Non serviam

“I don’t believe in your God” is one thing; to put it more forcefully, it is “I think your God does not exist”. But it can also mean a second thing, and one I’m as stoutly (being a person of great stoutness) for as for the first; namely, “I do not serve your God”. And, and I think this is an important thing to remember, I wouldn’t serve any commonly proclaimed God even if one was shown to exist. (I suspect this non serviam attitude is shared by many other atheists, but I’ll speak for myself because that’s the demographic I best know.)

Much atheist rhetoric is aimed at exploring the seedy and evil parts of religion and theology. That is, I think, mostly to get people to look at what they believe critically, skeptically. Even if that does not lead to godlessness, it may have other good results; breaking casual certainties tends to. Liberal Christians are much preferable to Benedict and his ilk; and the difference between them is in application of doubt. (Just having doubt is not enough; the tame version of doubt that’s not allowed to persuade is useless, though commonly encouraged.) Now, there’s a second thought beneath that doubtmongering first, mind you.

The first is: “See this awful thing! See how awful it is — maybe you are wrong to think it a rosy thing whose veracity it would be weird, horrible and sinful to doubt? Maybe just a little bit of doubt would be a good thing, yes? Or maybe an avalanche of doubt!

The second is: “See this horrible thing? See? Is this and the people who believe it something you wish to associate with, whether it is true or false?”

I feel the second message so strongly I can say that if a God existed, it would be necessary to stage a rebellion against that careless tyrant, and to strike Him down and bring Him to justice for all His crimes of negligence and creation. (Ha ha, liver flukes! Nice one, O Creator!) Mind you, if that God was really omnipotent and -scient and the like, that rebellion would be doomed to fail; but it would still be better than slavery.

And I say slavery and tyranny because most depictions of God I’ve seen have been nothing but celestial slavery: God creates us, and hence owns us, and does to us whatever He and He alone sees fit; He sets the laws and decrees how one gains bliss or hellfire, without any legislative process or appeal; He rules and demands worship, despite His qualifications being no popular mandate, just brute force. (Well, of course He has the mandate of His worshippers — the others are behind the gates of His gulag of Gehenna and don’t get to voice their dissent.)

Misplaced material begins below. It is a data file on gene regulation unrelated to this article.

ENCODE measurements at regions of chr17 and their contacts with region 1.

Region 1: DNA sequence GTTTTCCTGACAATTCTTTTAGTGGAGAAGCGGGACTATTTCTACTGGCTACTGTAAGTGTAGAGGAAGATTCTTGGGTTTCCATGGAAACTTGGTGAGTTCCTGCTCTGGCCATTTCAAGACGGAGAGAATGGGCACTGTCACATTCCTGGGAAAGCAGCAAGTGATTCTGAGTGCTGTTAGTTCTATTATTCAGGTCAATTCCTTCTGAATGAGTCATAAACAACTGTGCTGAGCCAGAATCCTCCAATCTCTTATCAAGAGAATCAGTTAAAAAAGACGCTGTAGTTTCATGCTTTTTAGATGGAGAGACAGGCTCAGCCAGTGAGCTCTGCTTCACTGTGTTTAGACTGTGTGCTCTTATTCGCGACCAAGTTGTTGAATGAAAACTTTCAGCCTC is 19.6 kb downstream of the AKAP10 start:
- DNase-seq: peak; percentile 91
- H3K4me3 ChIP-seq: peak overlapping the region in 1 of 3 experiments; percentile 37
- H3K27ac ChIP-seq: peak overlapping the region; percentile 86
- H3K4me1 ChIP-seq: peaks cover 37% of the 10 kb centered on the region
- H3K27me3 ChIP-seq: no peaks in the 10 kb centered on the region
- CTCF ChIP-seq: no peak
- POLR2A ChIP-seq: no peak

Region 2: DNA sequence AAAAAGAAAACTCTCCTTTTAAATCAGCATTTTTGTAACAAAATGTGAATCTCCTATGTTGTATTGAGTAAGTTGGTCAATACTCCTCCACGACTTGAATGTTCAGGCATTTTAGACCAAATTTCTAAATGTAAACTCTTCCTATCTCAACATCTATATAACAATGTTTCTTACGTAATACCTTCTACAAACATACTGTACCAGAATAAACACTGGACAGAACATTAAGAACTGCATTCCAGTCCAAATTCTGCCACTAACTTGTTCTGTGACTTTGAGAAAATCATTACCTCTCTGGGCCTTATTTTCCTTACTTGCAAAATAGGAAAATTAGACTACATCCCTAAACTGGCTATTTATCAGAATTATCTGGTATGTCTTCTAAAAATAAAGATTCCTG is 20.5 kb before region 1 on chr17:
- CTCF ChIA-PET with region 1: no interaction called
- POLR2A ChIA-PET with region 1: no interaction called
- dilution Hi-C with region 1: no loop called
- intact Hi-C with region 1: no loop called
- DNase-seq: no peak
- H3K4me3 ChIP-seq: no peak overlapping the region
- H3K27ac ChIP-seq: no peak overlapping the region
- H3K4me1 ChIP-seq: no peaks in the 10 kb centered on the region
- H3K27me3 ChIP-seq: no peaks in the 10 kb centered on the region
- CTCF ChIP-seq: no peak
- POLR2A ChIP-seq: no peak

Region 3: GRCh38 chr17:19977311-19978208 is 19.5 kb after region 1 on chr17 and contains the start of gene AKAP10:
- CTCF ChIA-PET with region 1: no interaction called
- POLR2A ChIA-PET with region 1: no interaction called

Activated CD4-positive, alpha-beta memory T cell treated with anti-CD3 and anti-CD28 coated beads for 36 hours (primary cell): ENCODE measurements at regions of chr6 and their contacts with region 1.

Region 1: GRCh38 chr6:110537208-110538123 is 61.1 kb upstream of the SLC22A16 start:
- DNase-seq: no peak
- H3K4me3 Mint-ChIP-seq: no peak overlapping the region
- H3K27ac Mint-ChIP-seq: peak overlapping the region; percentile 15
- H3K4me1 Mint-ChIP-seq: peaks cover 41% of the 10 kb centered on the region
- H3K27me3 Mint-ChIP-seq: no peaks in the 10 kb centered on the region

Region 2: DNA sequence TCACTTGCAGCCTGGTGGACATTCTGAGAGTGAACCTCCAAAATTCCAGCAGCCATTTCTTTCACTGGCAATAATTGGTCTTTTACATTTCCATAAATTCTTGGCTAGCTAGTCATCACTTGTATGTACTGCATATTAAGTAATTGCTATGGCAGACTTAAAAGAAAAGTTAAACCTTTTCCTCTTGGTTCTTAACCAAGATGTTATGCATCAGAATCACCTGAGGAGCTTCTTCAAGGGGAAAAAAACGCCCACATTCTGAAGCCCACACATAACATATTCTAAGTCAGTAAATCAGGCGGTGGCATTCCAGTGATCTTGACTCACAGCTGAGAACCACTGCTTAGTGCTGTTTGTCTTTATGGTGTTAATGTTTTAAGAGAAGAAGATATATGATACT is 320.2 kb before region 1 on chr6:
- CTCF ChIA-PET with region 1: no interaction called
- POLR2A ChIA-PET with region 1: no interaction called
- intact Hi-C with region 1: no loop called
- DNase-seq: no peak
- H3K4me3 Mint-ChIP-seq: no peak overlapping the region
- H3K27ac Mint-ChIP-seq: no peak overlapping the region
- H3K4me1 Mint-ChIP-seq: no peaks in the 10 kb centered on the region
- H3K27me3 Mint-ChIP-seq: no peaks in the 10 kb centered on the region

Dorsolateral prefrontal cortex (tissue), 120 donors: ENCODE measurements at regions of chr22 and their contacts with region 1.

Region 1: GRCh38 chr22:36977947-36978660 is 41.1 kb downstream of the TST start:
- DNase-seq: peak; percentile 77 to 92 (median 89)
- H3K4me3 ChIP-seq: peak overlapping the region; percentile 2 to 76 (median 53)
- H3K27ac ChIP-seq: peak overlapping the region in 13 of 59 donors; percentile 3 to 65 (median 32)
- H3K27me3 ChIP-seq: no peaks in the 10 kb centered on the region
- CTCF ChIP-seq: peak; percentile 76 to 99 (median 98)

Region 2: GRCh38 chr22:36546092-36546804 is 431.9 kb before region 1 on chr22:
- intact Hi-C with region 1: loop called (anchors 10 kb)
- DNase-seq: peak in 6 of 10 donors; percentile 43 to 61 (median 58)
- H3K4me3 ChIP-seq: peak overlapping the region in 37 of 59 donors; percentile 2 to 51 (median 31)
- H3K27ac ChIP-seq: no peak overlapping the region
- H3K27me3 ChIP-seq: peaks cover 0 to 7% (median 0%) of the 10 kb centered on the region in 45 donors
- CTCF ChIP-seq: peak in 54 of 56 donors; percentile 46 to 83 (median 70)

It is comical to try to imagine a Heavenly Parliament voting to emancipate Group X from the fires of Hell; it is likewise silly to think of Heaven’s Amnesty International petitioning God for the release of a particular heretic from the same. I think the silliness comes from us all being used to a civilized, democratic modern world, a world of negotiation, compromise and civil liberties, while still mostly being content to think of afterlife as a primitive Near-Eastern tyranny of the kind we know just does not work, not with people in it. (Wait a minute — “But it would be a tyranny with an all-wise, all-benevolent, etc. tyrant! Surely that works!” Well, it does not. Look around yourself! Liver flukes, tsunamis and prophets preaching Hell — what kind of a slum must Heaven be if we’re this screwed at a distance from the tyrant’s throne?)

Now, it can be argued that the Christian image of Heaven originally was an image of some tyrant’s court, a place of splendor and power above patterned on those below; but no matter the origins of that image and the system of the world implicit in it, it should be clear that is not a place a modern man (much less a woman) would be happy in. If God exists, He is an incompetent, a fool and a villain. Let him stand down; we’ll organize instant-runoff elections to fill His spot with people of less vanity, and more ability. I’m voting for Einstein and Gandhi myself. If God doesn’t stand down, well, then rebellion, because He has not earned the following, much less the worship, of any free man (or woman), and that kind of power is not for those who have not earned it.

* * *

For other sweet elections unlikely to happen, see this mathematical paper by Michael Balinski. (The choice of semi-related endpieces was that or XTC’s “Dear God”, and too much rage at heavens gives one acid reflux.)

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